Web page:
5 cities with the most, fewest primary care providers

Nearly 78 percent of primary care physicians practice in urban regions, and because of the uneven geographic distribution of the healthcare workforce in general, many patients struggle to access primary care at all, according to the Agency for Healthcare Research and Quality.

Nurse practitioners and physician assistants tend to practice in more rural regions, according to AHRQ data. Nationwide, they accounted for 44 percent of providers who performed primary care services in 2016 to 2022, according to new research from Fair Health.

"A gain of 10 additional primary care physicians per 100,000 people is associated with an increase in life expectancy by 51.5 days," researchers wrote in the report. "Increasing the density of primary care providers in an area improves the detection and diagnosis of disease and reduces health disparities."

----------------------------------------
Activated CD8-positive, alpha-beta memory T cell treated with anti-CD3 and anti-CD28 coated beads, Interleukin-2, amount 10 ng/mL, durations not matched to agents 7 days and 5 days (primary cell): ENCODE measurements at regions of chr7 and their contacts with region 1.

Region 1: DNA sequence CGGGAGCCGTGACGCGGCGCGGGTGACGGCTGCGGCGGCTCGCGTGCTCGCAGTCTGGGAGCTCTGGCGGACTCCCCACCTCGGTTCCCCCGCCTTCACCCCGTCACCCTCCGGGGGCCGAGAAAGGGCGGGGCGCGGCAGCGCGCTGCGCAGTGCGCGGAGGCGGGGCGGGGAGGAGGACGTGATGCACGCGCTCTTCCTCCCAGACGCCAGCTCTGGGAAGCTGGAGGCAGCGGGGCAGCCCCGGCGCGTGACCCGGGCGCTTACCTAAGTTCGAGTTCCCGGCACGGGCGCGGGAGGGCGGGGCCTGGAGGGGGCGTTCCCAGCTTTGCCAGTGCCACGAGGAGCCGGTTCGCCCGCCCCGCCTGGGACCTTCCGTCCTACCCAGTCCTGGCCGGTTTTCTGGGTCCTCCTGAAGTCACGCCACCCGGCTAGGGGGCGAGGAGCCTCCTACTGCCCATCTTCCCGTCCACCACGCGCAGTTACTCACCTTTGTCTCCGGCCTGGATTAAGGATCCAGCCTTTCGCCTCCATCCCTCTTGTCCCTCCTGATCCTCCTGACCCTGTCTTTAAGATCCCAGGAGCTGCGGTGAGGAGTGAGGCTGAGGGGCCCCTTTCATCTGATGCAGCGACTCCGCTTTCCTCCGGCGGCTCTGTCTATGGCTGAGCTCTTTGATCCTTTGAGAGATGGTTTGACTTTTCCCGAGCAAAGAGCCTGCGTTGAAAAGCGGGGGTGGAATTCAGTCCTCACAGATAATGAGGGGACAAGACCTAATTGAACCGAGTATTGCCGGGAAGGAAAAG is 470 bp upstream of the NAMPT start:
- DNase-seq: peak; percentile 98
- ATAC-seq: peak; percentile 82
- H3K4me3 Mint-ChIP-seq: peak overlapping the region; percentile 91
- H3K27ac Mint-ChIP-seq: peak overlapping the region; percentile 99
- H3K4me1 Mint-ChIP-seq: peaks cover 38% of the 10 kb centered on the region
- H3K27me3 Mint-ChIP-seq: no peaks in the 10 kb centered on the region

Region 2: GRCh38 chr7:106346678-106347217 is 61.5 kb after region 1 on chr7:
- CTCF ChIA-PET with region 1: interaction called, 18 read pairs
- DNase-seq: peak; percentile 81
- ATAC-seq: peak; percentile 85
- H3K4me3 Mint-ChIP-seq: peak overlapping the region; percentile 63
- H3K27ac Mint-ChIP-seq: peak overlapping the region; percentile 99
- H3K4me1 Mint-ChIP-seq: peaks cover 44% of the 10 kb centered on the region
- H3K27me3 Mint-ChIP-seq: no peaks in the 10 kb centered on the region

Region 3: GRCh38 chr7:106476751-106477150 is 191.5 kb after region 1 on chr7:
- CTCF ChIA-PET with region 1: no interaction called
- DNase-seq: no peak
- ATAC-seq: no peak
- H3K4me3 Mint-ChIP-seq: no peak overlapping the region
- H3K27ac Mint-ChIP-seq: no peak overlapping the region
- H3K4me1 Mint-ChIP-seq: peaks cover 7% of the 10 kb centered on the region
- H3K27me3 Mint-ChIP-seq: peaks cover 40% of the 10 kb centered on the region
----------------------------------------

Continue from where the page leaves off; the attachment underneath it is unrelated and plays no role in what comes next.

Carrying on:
However, nationally, not only are primary care services surrounded by barriers to access for many, the U.S. is also struggling with a shortage of primary care providers. Fair Health, a data company, compared census population numbers with regional lists of primary care providers, including nurse practitioners and physician assistants, to gain clearer insight into the most underserved areas.

Here are the cities with the lowest ratio of providers to population:

  1. Rochester, Minn.
  2. Iowa City, Iowa
  3. Ann Arbor, Mich.
  4. Bloomsburg-Berwick, Pa.
  5. Columbia, Mo.

The U.S. cities with the highest ratios of primary care providers to population are: 

  1. Zapata, Texas
  2. Summerville, Ga.
  3. Winnemucca, Nev.
  4. Holland, Mich.
  5. Fernley, Nev.

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